Ms Aoife O’reilly1, Ms Liv Thompson-Williams, Ms Chelsea Marsh
1Capital & Coast District Health Board, Wellington, New Zealand
Background: A review was undertaken of the Allied Health service provision in the head and neck oncology space, prompted by observations of staff burnout due to volume of work and inadequacies within service model. Clinical service delivery was such that we were failing to meet Ministry of Health Standards for Service Provision for Head and Neck Cancer (HNC).
Aim: The aim was to establish an integrated HNC pathway for SLT and Dietetics with a focus on prevention and avoiding complications of treatment, thus positively impact on hospitalisation. Our aim was to reduce hospital admissions in this cohort by 10%.
Method: A literature review was conducted to establish best practice standards internationally. A stock take was completed of the service looking to identify waste in the system, opportunities for interdisciplinary practice, and to recommend a new model of care. Admission data was collected monthly and reviewed.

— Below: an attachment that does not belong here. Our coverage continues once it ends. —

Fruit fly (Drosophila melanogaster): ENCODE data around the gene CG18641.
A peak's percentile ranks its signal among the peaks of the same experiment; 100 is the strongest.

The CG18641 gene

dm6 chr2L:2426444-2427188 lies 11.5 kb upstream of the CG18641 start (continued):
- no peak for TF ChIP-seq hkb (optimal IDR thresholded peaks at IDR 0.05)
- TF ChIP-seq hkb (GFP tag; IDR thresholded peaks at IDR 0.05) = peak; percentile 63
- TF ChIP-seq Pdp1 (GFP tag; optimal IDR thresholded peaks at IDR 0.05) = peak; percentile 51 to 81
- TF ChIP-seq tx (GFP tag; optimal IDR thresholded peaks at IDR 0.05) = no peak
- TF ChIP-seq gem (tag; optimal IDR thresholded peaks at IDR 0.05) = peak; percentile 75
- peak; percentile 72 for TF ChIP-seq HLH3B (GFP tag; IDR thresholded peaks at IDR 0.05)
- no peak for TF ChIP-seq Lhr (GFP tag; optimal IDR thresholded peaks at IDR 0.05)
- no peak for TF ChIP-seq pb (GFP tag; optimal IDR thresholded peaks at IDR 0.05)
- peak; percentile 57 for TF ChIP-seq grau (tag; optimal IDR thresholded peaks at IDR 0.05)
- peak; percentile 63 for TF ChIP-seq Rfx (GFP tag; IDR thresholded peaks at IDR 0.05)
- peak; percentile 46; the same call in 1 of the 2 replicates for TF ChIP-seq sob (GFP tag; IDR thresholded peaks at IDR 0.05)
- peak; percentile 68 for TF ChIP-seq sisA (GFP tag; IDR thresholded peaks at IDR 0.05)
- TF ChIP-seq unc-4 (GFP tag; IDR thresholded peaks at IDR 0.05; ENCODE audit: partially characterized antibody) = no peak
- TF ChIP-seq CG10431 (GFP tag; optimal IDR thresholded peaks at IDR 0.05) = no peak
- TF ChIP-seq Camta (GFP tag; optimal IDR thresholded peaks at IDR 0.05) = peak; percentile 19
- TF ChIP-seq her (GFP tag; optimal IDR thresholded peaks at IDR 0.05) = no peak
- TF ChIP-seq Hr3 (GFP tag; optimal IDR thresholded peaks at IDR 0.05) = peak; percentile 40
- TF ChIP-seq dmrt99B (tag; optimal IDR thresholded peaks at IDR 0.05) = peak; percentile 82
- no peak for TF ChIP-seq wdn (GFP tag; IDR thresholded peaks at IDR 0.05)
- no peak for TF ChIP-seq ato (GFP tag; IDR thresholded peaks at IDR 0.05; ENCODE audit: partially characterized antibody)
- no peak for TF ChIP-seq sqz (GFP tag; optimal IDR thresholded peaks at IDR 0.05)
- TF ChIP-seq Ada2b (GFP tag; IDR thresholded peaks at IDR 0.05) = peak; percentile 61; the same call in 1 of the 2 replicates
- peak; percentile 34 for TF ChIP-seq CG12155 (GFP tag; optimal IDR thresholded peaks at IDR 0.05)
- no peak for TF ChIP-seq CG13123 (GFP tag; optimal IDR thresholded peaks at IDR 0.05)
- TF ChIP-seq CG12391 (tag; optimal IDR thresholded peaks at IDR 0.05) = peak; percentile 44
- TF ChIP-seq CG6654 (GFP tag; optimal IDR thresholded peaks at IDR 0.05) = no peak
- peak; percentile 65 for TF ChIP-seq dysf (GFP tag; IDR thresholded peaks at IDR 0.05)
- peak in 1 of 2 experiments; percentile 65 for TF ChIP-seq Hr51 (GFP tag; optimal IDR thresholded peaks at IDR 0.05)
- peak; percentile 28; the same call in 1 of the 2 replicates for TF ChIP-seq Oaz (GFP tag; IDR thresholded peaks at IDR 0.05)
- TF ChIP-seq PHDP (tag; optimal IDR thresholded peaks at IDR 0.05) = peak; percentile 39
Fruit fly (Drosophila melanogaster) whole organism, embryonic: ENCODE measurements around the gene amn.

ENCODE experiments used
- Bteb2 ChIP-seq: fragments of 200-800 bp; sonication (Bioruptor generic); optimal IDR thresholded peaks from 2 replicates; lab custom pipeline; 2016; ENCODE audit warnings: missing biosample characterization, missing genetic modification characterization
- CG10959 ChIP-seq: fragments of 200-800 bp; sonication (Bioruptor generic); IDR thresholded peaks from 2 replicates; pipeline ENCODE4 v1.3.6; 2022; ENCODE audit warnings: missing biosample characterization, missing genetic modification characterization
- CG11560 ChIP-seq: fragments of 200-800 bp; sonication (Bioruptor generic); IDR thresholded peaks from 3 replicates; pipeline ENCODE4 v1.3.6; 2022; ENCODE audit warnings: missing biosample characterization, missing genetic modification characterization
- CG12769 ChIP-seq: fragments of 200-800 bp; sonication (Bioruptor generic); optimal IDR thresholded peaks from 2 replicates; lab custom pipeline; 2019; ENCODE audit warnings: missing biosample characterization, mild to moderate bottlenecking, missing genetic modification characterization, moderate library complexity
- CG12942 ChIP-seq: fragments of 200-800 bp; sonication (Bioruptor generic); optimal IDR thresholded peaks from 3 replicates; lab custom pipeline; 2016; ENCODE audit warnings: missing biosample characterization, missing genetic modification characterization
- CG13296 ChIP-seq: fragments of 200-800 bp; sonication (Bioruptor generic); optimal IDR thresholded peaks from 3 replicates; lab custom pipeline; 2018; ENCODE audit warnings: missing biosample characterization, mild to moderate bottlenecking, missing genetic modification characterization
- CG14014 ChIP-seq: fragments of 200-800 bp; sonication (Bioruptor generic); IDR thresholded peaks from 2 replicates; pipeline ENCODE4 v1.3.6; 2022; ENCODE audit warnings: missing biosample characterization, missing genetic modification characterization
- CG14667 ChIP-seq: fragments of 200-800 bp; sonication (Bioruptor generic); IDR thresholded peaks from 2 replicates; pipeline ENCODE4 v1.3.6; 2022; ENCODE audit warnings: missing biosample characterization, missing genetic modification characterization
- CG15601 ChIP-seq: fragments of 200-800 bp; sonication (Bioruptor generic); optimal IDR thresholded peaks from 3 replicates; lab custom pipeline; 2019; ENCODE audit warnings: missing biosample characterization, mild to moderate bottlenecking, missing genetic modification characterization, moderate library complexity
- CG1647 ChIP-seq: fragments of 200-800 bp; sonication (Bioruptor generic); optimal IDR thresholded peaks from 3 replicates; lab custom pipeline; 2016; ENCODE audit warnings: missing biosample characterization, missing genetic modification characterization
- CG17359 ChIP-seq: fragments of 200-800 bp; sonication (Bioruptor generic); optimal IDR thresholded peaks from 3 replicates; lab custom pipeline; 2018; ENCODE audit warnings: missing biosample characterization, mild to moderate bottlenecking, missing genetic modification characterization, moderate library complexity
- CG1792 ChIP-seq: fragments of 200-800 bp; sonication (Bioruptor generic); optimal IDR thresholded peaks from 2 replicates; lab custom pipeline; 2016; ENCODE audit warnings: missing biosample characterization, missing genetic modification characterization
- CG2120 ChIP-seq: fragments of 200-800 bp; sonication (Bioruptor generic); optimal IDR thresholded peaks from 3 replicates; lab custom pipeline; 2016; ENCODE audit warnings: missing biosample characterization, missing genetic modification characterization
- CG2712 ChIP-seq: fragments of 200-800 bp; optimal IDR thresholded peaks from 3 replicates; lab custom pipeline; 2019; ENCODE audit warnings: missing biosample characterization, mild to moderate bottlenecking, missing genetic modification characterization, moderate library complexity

Results: Over a 10 month period, total hospital admission count reduced by 45% with total length of stay reduced by 47%. For Maori, admission count reduced by 43% and length of stay reduced by 45%. For Pasifika, admission count reduced by 37.5% and length of stay reduced by 8%. Clinical outcome measures are currently being analysed in retrospect.
Conclusion: The impact of this pathway redesign on hospital admissions far exceeded our expectations. While Maori were initially over represented in the admission and length of stay data, they are now found to have a shorter length of stay than total average. Pasfika people continue to have longer length of stay when admitted therefore we acknowledge there is work to do in this area.
Biographies to come